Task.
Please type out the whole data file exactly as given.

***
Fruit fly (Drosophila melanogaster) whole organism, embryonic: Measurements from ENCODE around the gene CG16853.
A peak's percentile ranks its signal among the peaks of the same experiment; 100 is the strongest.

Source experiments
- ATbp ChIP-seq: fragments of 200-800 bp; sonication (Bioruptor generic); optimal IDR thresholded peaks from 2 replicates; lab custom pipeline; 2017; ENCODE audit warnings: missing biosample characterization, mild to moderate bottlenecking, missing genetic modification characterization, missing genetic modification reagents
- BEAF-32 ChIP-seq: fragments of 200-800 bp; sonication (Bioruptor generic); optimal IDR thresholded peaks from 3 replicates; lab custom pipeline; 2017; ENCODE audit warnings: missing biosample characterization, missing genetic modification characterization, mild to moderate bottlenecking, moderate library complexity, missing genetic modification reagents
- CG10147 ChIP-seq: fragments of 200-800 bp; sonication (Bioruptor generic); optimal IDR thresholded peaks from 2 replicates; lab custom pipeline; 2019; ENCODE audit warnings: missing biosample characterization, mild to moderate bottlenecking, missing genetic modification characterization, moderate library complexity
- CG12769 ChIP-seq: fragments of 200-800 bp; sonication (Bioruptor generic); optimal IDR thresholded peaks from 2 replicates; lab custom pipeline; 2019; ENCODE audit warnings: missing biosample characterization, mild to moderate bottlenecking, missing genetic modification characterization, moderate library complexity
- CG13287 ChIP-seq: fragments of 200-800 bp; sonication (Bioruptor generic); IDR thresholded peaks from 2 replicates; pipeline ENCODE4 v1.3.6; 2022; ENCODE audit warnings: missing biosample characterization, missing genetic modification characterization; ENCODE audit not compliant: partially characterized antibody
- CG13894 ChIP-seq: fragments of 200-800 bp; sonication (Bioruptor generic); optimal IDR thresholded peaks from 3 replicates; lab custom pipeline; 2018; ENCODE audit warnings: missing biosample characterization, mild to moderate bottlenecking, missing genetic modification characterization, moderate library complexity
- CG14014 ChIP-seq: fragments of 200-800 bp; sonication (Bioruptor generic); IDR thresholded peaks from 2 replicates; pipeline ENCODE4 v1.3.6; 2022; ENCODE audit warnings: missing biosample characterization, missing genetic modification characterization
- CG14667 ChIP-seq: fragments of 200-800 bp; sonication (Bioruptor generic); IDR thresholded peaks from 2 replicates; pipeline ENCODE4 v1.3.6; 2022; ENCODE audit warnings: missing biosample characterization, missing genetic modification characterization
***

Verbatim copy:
Fruit fly (Drosophila melanogaster) whole organism, embryonic: Measurements from ENCODE around the gene CG16853.
A peak's percentile ranks its signal among the peaks of the same experiment; 100 is the strongest.

Source experiments
- ATbp ChIP-seq: fragments of 200-800 bp; sonication (Bioruptor generic); optimal IDR thresholded peaks from 2 replicates; lab custom pipeline; 2017; ENCODE audit warnings: missing biosample characterization, mild to moderate bottlenecking, missing genetic modification characterization, missing genetic modification reagents
- BEAF-32 ChIP-seq: fragments of 200-800 bp; sonication (Bioruptor generic); optimal IDR thresholded peaks from 3 replicates; lab custom pipeline; 2017; ENCODE audit warnings: missing biosample characterization, missing genetic modification characterization, mild to moderate bottlenecking, moderate library complexity, missing genetic modification reagents
- CG10147 ChIP-seq: fragments of 200-800 bp; sonication (Bioruptor generic); optimal IDR thresholded peaks from 2 replicates; lab custom pipeline; 2019; ENCODE audit warnings: missing biosample characterization, mild to moderate bottlenecking, missing genetic modification characterization, moderate library complexity
- CG12769 ChIP-seq: fragments of 200-800 bp; sonication (Bioruptor generic); optimal IDR thresholded peaks from 2 replicates; lab custom pipeline; 2019; ENCODE audit warnings: missing biosample characterization, mild to moderate bottlenecking, missing genetic modification characterization, moderate library complexity
- CG13287 ChIP-seq: fragments of 200-800 bp; sonication (Bioruptor generic); IDR thresholded peaks from 2 replicates; pipeline ENCODE4 v1.3.6; 2022; ENCODE audit warnings: missing biosample characterization, missing genetic modification characterization; ENCODE audit not compliant: partially characterized antibody
- CG13894 ChIP-seq: fragments of 200-800 bp; sonication (Bioruptor generic); optimal IDR thresholded peaks from 3 replicates; lab custom pipeline; 2018; ENCODE audit warnings: missing biosample characterization, mild to moderate bottlenecking, missing genetic modification characterization, moderate library complexity
- CG14014 ChIP-seq: fragments of 200-800 bp; sonication (Bioruptor generic); IDR thresholded peaks from 2 replicates; pipeline ENCODE4 v1.3.6; 2022; ENCODE audit warnings: missing biosample characterization, missing genetic modification characterization
- CG14667 ChIP-seq: fragments of 200-800 bp; sonication (Bioruptor generic); IDR thresholded peaks from 2 replicates; pipeline ENCODE4 v1.3.6; 2022; ENCODE audit warnings: missing biosample characterization, missing genetic modification characterization